They wear their trauma in their bodies as well, and not only theirs, but their parent’s trauma, their grandparent’s trauma, and generation upon generation according to James Baldwin.

The symptom is often seen in their decision to pick up a gun to protect themselves from a dangerous world.

We don’t often remember police officers, who face a world that gun lobbyists have created.

According to a USA Today report this week (https://www.usatoday.com/story/news/investigations/2024/05/22/mexican-cartels-supplied-trafficked-guns-from-us/73700258007/), we live in a nation where you can go and buy 70 guns in a three month period and traffic them to drug cartels, but if you want to get a cancer screening you have to wait for it to be approved by insurance.

What has almost always been assessed as “becoming enslaved and falling into fear, giving into the flesh” - being the town drunk, the hopeless drug user, the abusive parent, the lost soul –

Has come to be understood by some scientists and social workers as the affects of trauma on those who we put in harms way to protect our freedom.

In a sense, then, it’s not too outlandish to claim that these soldiers, these “essential” workers, these kids become enslaved to trauma for the sake of our freedom.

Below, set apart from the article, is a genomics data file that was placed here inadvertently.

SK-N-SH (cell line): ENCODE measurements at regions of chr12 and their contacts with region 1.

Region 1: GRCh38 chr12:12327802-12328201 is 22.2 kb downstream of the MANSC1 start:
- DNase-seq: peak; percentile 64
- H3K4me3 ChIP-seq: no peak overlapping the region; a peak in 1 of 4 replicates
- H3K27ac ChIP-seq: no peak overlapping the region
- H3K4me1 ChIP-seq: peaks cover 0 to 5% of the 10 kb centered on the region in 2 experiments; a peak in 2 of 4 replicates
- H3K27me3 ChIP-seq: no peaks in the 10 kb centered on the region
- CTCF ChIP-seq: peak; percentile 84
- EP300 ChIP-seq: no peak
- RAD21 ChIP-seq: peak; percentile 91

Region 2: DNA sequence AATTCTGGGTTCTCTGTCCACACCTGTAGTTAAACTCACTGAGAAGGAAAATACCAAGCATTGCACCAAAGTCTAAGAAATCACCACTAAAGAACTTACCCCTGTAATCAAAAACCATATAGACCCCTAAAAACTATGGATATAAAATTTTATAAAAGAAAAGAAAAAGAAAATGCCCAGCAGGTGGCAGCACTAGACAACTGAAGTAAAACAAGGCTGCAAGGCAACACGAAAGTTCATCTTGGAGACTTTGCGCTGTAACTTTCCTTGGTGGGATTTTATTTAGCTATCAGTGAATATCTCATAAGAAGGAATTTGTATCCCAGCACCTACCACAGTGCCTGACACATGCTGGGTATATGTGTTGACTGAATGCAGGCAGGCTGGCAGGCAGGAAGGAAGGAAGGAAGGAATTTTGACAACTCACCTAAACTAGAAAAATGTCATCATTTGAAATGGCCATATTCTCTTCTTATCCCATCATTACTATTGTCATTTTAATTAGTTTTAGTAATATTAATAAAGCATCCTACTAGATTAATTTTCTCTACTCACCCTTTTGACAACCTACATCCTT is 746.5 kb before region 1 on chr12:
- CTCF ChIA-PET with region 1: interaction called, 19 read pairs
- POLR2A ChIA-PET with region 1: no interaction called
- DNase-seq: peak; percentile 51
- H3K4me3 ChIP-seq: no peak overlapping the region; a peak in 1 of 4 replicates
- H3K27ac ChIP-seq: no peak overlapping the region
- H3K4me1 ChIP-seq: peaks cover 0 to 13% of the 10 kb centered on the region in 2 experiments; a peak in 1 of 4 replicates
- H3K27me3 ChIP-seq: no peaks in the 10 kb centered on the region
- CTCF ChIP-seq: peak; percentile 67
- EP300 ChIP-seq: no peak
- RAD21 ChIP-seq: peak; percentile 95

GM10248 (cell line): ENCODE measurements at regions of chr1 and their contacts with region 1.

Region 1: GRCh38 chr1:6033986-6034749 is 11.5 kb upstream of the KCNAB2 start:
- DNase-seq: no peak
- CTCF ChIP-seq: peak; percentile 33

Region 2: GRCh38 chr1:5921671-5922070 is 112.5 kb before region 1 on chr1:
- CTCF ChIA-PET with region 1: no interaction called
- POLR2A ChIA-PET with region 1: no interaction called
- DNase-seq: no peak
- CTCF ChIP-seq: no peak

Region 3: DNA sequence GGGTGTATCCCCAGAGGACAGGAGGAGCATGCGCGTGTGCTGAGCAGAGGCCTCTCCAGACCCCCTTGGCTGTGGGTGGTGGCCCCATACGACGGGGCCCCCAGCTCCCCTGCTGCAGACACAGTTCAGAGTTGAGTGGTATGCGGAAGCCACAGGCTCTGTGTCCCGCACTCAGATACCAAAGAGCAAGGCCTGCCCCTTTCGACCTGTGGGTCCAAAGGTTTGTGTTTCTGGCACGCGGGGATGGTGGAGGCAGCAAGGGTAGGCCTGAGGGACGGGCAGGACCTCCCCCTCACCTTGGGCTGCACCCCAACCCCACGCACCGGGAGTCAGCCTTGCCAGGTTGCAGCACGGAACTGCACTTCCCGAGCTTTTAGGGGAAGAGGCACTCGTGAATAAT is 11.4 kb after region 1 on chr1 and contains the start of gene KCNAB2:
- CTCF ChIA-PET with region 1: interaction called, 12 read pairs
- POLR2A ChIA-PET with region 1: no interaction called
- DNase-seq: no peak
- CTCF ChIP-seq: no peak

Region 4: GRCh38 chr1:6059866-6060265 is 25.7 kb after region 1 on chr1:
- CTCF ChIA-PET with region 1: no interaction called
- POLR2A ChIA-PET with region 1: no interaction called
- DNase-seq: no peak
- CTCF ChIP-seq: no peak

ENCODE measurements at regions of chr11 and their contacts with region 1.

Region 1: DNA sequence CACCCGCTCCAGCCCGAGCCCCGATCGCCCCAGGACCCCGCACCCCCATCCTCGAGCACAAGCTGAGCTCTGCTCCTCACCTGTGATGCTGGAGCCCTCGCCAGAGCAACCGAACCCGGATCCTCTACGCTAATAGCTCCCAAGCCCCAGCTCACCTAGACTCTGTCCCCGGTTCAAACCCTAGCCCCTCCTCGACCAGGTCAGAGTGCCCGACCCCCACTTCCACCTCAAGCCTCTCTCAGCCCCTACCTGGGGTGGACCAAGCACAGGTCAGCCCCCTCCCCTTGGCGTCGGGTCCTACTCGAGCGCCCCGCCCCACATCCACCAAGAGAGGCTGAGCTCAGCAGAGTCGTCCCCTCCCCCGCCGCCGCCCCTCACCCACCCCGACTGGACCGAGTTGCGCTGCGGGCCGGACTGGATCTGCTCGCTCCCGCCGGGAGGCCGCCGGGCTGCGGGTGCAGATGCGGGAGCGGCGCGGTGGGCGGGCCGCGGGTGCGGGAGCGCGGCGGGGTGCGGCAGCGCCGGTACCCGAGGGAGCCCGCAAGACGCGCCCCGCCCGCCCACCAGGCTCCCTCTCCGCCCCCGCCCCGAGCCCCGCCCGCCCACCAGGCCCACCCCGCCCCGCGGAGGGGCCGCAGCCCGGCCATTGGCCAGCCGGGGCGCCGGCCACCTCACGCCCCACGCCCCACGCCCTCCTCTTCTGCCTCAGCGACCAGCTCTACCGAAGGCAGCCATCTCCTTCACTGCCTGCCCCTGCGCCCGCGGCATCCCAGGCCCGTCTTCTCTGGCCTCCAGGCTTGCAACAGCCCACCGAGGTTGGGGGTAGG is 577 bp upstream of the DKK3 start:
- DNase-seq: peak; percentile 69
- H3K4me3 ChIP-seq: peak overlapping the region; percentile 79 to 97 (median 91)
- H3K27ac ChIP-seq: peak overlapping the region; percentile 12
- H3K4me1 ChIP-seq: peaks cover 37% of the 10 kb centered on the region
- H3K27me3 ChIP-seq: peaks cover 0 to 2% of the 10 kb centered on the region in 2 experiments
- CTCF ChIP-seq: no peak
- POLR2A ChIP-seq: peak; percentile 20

We should remember them.

Human memory, inextricably attached to bodies, means that we owe them more than gratitude, we owe them restorative action, like Jesus healing the man who was possessed by a legion of dead soldiers in Mark 5.

As those who believe that God is an intricate unity of three persons represented as a mind - God, a spirit – the Holy one, and a body – Jesus the Christ.

We cannot be the ones to ignore how memories, minds, bodies, and spirits are deeply connected in the human person.

On this Memorial Day, as we again set ourselves to remember the sacrifices of all those who endure trauma on our behalf,

Let us also remember that there is hope.

Jesus, through his healing ministries and through the wounds on his resurrected body shows us that trauma can be healed, if we take it seriously and face it head on with compassion and grace.

Through the work of Trauma-informed care providers like the folks at Back2Back Ministries and Trauma-Free World, who have begun to operate out of our church to bring healing to our neighborhood’s youth,

Through our Summer Camp Reading program, which will begin a little more than a month from now,

We can see that the work of restoration is possible; not easy, not without complications, but possible.